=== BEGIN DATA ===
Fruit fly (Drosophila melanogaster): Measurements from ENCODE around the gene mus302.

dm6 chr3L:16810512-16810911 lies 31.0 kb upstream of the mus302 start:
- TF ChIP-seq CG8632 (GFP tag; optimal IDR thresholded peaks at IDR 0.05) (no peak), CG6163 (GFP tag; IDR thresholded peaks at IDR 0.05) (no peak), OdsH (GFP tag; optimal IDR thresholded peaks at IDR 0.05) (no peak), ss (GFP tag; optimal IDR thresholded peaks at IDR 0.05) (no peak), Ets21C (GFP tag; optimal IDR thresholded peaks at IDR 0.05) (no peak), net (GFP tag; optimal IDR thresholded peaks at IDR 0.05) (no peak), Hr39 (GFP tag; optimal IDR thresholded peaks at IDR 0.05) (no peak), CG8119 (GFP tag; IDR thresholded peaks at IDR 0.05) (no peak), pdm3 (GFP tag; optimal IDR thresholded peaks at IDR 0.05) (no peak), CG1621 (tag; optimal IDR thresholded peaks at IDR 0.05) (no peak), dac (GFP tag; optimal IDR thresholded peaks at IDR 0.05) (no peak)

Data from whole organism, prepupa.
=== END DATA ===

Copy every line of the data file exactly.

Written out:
Fruit fly (Drosophila melanogaster): Measurements from ENCODE around the gene mus302.

dm6 chr3L:16810512-16810911 lies 31.0 kb upstream of the mus302 start:
- TF ChIP-seq CG8632 (GFP tag; optimal IDR thresholded peaks at IDR 0.05) (no peak), CG6163 (GFP tag; IDR thresholded peaks at IDR 0.05) (no peak), OdsH (GFP tag; optimal IDR thresholded peaks at IDR 0.05) (no peak), ss (GFP tag; optimal IDR thresholded peaks at IDR 0.05) (no peak), Ets21C (GFP tag; optimal IDR thresholded peaks at IDR 0.05) (no peak), net (GFP tag; optimal IDR thresholded peaks at IDR 0.05) (no peak), Hr39 (GFP tag; optimal IDR thresholded peaks at IDR 0.05) (no peak), CG8119 (GFP tag; IDR thresholded peaks at IDR 0.05) (no peak), pdm3 (GFP tag; optimal IDR thresholded peaks at IDR 0.05) (no peak), CG1621 (tag; optimal IDR thresholded peaks at IDR 0.05) (no peak), dac (GFP tag; optimal IDR thresholded peaks at IDR 0.05) (no peak)

Data from whole organism, prepupa.